The Obama administration says the recently launched new approach to the Afghan war has seen success, but adds many challenges remain in defeating insurgents and winning over the support of the Afghan people.
The fundamental shift in the coalition’s approach to the war in Afghanistan “has been extremely successful,” according to U.S. Under Secretary of Defense Michèle Flournoy. “Compared to a year ago," she said, "Afghans today report they are far more optimistic about the future and have far more confidence in our ability to prevail over the Taliban and other violent extremists.”
Flournoy's comments came in testimony Monday before the U.S. Senate Armed Services Committee.
“Our adversaries are cunning, they are adaptable, they are tenacious and we will need to continually reaffirm our commitment and refine our tactics in response” Flournoy told the lawmakers.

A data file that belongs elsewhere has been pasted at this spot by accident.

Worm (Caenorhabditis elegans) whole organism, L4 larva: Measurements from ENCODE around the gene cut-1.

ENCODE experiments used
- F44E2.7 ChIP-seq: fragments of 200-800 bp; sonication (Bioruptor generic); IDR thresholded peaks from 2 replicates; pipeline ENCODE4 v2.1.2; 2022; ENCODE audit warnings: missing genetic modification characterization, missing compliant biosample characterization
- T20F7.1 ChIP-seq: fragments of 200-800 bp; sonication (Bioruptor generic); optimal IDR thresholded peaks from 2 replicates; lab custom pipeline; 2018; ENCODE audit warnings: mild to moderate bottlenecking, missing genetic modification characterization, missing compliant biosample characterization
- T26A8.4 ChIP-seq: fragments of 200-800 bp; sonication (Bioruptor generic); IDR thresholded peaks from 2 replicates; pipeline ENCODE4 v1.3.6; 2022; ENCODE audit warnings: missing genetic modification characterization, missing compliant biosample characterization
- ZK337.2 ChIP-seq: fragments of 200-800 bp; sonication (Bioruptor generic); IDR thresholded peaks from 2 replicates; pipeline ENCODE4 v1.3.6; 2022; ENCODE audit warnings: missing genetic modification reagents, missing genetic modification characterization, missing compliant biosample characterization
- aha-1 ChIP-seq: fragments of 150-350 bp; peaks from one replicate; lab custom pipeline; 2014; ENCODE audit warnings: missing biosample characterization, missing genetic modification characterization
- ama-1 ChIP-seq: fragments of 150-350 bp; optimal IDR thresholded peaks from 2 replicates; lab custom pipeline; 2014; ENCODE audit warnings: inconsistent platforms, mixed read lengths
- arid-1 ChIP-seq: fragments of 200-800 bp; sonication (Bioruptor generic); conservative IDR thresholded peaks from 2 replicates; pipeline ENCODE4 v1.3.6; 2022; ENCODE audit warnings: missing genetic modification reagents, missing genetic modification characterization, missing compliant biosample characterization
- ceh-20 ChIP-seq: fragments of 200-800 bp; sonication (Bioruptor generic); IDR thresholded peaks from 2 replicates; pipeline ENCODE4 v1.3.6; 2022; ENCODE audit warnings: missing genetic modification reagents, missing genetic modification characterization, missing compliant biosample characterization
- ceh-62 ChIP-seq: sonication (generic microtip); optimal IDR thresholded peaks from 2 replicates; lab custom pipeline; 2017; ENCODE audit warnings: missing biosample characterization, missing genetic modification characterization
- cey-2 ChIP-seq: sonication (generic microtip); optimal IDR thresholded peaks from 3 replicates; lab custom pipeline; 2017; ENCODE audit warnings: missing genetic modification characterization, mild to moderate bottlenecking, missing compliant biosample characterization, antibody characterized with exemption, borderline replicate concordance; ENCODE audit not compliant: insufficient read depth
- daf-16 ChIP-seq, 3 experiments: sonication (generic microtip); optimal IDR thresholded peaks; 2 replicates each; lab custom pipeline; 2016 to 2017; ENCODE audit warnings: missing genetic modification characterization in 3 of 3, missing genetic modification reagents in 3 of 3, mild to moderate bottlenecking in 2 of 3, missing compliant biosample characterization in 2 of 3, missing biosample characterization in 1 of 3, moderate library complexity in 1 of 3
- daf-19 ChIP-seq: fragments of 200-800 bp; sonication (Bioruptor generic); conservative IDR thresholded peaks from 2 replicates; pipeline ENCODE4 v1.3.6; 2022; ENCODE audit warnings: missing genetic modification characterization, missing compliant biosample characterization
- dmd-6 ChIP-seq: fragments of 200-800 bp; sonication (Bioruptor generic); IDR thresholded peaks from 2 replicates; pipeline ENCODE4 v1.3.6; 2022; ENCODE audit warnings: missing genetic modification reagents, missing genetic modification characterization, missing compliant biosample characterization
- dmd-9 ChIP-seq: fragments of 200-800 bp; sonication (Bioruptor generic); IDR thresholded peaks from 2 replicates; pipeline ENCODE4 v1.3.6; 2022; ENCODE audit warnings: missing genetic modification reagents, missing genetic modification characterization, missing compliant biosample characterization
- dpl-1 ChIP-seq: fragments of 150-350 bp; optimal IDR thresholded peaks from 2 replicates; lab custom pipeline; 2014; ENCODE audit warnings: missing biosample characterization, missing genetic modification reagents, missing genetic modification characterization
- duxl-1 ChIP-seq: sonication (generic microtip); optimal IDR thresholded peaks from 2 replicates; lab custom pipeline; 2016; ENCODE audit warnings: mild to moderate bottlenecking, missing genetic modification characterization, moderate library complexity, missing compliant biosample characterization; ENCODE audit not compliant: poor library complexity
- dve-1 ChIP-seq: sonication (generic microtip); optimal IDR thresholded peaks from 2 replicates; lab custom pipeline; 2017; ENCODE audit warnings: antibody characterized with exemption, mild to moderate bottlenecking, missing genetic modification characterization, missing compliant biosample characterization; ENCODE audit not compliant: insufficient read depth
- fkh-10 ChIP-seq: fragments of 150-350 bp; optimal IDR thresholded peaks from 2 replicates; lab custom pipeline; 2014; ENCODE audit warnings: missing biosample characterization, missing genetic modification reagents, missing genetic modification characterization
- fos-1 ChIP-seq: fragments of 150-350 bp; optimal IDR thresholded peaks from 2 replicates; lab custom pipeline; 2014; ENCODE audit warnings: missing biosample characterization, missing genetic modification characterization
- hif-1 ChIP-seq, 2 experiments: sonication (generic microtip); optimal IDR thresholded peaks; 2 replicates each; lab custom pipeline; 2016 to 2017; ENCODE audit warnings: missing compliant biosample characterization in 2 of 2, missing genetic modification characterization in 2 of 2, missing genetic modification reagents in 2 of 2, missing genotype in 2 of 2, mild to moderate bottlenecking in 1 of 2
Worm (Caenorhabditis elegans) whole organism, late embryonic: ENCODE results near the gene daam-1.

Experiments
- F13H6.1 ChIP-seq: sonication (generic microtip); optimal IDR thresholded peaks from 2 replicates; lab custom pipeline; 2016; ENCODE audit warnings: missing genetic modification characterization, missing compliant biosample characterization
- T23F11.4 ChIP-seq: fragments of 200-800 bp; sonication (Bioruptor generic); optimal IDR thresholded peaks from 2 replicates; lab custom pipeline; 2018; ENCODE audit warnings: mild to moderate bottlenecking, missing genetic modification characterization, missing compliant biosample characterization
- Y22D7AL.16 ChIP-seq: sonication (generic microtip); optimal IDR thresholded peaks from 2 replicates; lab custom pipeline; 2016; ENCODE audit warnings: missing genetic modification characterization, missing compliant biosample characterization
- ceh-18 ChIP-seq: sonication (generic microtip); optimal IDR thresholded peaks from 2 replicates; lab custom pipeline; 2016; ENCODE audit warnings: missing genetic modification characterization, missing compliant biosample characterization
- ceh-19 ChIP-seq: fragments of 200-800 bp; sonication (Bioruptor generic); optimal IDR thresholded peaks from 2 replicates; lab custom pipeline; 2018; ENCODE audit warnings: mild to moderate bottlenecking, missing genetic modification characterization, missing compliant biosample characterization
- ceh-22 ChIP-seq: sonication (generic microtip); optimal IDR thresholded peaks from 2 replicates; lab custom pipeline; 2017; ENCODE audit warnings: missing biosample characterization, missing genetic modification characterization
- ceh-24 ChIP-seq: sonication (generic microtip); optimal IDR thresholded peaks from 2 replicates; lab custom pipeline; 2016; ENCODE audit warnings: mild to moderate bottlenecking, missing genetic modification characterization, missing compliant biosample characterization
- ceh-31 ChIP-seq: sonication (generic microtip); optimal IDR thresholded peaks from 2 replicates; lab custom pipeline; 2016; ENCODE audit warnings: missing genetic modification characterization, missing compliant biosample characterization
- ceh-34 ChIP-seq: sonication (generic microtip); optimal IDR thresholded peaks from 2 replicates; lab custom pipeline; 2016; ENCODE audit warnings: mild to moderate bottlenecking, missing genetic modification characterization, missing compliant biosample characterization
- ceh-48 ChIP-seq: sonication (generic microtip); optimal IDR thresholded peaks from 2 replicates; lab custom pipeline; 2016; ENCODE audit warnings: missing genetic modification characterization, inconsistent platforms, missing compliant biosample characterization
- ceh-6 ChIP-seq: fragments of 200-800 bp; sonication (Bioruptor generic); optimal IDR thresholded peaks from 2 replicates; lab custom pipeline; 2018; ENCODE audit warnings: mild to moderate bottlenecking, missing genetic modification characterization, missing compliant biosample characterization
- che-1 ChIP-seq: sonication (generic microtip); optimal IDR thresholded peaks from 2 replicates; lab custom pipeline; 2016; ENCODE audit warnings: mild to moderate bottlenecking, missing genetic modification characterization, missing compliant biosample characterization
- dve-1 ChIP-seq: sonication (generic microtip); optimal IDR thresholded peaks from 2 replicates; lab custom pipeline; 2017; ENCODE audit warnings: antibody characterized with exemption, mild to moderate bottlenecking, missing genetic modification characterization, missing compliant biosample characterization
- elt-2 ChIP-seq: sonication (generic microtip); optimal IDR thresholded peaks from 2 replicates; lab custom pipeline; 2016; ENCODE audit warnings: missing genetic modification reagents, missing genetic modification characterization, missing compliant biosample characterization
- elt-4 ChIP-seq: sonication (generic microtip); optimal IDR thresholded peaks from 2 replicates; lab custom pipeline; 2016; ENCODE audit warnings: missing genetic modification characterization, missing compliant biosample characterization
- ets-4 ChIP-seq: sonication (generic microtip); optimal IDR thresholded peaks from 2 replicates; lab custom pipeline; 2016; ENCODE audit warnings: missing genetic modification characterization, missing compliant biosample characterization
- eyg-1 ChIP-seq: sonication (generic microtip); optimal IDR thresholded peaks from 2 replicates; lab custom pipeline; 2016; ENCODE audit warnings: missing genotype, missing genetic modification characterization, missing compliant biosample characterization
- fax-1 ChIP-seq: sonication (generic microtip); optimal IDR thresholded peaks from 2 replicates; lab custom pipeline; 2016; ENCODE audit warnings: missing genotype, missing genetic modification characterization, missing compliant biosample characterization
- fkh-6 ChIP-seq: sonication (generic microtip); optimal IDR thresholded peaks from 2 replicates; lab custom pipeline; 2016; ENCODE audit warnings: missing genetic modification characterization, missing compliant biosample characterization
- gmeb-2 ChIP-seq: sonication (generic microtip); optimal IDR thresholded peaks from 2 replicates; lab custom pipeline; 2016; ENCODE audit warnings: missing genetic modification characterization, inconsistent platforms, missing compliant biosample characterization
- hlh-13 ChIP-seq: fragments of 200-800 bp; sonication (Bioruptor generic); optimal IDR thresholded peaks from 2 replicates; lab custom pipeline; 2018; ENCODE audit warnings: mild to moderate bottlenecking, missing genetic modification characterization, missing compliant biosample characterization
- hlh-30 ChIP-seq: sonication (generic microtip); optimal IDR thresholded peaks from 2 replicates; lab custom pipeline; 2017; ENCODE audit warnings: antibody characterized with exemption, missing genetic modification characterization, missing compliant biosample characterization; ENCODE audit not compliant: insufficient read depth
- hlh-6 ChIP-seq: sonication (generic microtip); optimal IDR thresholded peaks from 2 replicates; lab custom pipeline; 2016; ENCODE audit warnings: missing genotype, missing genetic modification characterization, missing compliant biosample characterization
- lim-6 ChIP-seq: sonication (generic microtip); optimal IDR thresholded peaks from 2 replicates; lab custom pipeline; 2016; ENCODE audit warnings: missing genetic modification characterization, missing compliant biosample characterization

“I don’t want to suggest that achieving success will be simple or easy – far from it – we have many challenges as we move forward”, Flourney said. “We need to prepare for the possibility that things may get harder before they get better.”
The official said she is “cautiously optimistic” the coalition objectives will be met in Afghanistan.
Last week, President Obama ordered the first combat deployments of his presidency, authorizing an additional 17,000 U.S. troops "to stabilize a deteriorating situation" in Afghanistan.
The new deployments, to begin in May, will increase the U.S. force in Afghanistan by nearly 50 percent, bringing it to 55,000 by mid-summer, along with 32,000 non-U.S. NATO troops.
The forces are targeting the insurgency, securing key population centers and increasing the training of Afghan security forces.